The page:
SURREALISTa by Gigoia Studios
SURREALISTa by Gigoia Studios is a pretty and heartfelt game based on the works of Giorgio de Chirico, founding artist of the Metaphysical school of art and grandfather of the Surrealist movement. This lovingly-crafted game makes use of common motifs in de Chirico’s painting to create elaborate puzzles that encourage exploration of these 3D Metaphysical landscapes.
The Midas Project by eoeoeo344
The Midas Project by eoeoeo344 is a fascinating game about the nature of existence, free will and knowledge and the dangers of technocracy, presented with wry and thoughtful prose and an undeniably cool assemblage-style aesthetic.
The Beginner’s Guide by Davey Wreden
The Beginner’s Guide by Davey Wreden is a contemplative game—presented as a catalogue of works by the fictional developer Coda and narrated by Wreden himself—that interrogates the creative process, the impetus to create and the value of external validation. The game, through Coda, respectably engages with a legacy of experimental and alternative development which attempts to resist compromising for popular taste, and the sacrifices to emotional health that often entails.
Astaeria by Lycaon Talks (Emma Lugo)
Astaeria by Lycaon Talks (Emma Lugo), rather ingenious in its simplicity, is 3D interactive poetry experience in which the player explores a minimalist room full of procedurally-generated blocks while, line by line, a poem appears superimposed on the screen. Astaeria manages to be relaxing, touching, at times very affecting.
Direction by Kristian Kronstrand
Direction by Kristian Kronstrand tells the story of an abrupt breakup and the search for closure in a style that might be described as “Lynchian.” With surreal imagery, an unusually oblique use of camera control, and a posterized monochrome aesthetic reminiscent of comic books, Direction takes a story as old as time to strange, dark and psychodramatic places that left me with plenty to think about.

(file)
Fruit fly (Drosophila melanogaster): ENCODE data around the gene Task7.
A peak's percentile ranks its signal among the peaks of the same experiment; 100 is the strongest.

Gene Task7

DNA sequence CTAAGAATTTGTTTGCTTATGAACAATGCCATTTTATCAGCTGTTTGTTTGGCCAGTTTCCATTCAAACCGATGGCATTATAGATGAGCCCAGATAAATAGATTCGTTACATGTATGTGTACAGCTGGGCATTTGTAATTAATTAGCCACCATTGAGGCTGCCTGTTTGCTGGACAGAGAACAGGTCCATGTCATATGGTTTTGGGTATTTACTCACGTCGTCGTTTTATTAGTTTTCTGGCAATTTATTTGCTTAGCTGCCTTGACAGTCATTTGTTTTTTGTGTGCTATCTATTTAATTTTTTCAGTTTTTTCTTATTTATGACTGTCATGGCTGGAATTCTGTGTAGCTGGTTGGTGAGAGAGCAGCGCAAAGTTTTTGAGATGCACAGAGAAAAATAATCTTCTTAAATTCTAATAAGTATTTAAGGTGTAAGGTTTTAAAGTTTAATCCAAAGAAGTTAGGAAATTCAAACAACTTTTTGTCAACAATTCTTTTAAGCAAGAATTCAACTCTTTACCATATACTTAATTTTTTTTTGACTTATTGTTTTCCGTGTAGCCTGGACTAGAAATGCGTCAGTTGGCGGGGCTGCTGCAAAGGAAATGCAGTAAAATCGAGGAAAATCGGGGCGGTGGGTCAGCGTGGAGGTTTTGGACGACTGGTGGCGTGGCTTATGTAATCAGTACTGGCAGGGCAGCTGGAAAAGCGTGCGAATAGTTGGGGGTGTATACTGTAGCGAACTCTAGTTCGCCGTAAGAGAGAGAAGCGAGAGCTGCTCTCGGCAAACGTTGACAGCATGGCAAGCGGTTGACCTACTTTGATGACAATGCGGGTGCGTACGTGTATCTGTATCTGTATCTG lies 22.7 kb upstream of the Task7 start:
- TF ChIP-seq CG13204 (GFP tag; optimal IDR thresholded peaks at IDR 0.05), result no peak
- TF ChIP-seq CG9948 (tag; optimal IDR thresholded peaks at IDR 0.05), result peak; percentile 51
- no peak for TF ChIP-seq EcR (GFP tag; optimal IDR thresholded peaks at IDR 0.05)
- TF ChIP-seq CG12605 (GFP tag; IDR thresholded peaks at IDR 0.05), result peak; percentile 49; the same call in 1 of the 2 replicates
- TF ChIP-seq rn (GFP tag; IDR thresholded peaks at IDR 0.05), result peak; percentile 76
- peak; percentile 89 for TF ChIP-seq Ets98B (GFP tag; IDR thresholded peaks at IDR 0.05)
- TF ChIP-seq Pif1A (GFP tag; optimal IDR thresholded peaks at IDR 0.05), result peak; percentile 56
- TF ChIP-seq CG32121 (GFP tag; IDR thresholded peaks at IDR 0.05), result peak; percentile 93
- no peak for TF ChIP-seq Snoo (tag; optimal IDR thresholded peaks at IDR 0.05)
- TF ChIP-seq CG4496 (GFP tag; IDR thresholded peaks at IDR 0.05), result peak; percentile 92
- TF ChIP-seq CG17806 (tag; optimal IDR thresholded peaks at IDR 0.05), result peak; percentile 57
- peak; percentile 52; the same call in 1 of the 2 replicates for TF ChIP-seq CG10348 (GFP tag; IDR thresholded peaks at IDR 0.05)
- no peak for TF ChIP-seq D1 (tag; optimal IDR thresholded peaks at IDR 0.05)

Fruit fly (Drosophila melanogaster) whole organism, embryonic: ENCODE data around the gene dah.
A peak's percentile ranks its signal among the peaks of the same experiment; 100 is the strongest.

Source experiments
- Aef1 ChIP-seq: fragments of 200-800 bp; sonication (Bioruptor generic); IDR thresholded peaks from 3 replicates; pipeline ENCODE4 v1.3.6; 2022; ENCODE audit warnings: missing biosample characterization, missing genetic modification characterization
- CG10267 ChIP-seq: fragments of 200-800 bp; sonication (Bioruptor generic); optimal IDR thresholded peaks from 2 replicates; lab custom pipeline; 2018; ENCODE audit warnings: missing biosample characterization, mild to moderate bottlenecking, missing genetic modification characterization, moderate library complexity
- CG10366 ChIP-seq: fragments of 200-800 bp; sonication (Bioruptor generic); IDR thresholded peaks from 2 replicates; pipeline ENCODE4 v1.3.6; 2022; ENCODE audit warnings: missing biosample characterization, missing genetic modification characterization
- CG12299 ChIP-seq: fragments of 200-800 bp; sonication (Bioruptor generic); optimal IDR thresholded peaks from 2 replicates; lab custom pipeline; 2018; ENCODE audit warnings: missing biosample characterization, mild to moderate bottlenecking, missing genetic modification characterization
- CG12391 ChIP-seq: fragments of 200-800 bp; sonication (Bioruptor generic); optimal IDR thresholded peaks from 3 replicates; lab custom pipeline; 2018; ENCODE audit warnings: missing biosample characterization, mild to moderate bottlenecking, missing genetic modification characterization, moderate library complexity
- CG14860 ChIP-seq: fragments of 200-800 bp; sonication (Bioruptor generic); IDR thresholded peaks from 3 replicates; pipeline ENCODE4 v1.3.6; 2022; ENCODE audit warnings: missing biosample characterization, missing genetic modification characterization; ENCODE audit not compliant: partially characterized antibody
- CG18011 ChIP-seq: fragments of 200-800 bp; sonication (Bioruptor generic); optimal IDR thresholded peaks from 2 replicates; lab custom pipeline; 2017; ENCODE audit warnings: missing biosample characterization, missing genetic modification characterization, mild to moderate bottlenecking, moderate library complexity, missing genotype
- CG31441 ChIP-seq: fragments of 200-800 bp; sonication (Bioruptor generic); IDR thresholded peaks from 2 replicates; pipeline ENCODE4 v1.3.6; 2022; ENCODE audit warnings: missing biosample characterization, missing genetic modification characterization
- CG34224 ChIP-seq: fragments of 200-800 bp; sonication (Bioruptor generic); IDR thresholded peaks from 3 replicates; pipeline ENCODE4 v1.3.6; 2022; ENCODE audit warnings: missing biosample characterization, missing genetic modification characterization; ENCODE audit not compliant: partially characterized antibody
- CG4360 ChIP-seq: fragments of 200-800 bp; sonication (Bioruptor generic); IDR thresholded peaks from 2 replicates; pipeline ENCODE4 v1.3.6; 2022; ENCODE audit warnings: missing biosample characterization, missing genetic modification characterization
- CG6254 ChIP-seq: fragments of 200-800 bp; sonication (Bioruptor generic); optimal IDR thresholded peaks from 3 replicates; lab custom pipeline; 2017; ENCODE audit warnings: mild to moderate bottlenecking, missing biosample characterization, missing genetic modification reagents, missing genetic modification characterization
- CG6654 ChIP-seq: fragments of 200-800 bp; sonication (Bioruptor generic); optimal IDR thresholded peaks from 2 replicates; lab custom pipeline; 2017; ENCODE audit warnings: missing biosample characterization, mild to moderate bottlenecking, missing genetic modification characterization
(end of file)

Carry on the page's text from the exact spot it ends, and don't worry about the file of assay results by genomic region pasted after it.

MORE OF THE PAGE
Strawberry Cubes by Loren Schmidt
Strawberry Cubes by Loren Schmidt is a haunting game about a girl trapped in a nightmarish version of her grandmother’s home. Strawberry Cubes became a Halloween favourite for me with its glitchy and gothic look, opaque control scheme, discombobulating presentation of 2D space and symbolism that ranges from goofy to grotesque to strangely melancholy.
Homesickened by Snapman
Homesickened by Snapman recalls Vaporwave and synthpop ’80s callback aesthetics with its beautiful, neon 4-colour CGA DOS look. Presented as an old-fashioned 3D point-and-click game with deliberately plodding controls to boot, Homesickened takes the notion that “you can never really go home again” to heart with its merciless evisceration of nostalgia.
The Stranger by svblm
The Stranger by svblm is an adorable low-poly 3D game that recalls the 3D style of the early-2000’s, with a touch more refinement. This delightful adventure game, made for a senior project at Carleton University, is all about cavorting around a magical, tropical island, making sassy animal friends and learning ancient secrets
Vertex Meadow by Ian MacLarty
Vertex Meadow by Ian MacLarty is a really neat and easy-to-use world creator that allows you to create your very own 3D landscapes, walk around with them, and save and share them with others. Pictured is something I made with the tool while messing around, which I plan to do much more of in the future and hopefully figure out how to make something I’ll want to share. (That said, other people have made some really beautiful worlds which are available on the site in the link.)
Softelevision by James Shasha
Softelevision by James Shasha is a sweet, melodious game in which a mixtape is presented as a collection of islands floating in a gentle sea. This game is full of little swells and flourishes that make it great for cutting through the noise of everyday life.
Off-Peak by Cosmo D
Off-Peak by Cosmo D is a curious game about collecting the pieces of a torn train ticket in order to escape an enormous, overwhelming, labyrinthine yet ornate museum of consumerism run by an unscrupulous gangster. This surprisingly larger-than-life game is full of touching character vignettes, mystifying imagery and some really sweet jazz tunes.
Rain, House, Eternity by Kitty Horrorshow
Rain, House, Eternity by Kitty Horrorshow strongly suggests that it’s the sequel to CHYRZA, a Unity “platforming’ game in which the player must scale enormous structures only for us to discover a much more sinister truth. Horrorshow reprises CHYRZA‘s sorrowful themes in Rain, House, Eternity, expanding the experience both visually and conceptually, putting to work her phantasmagoric sense of spatial design and eerily eloquent prose.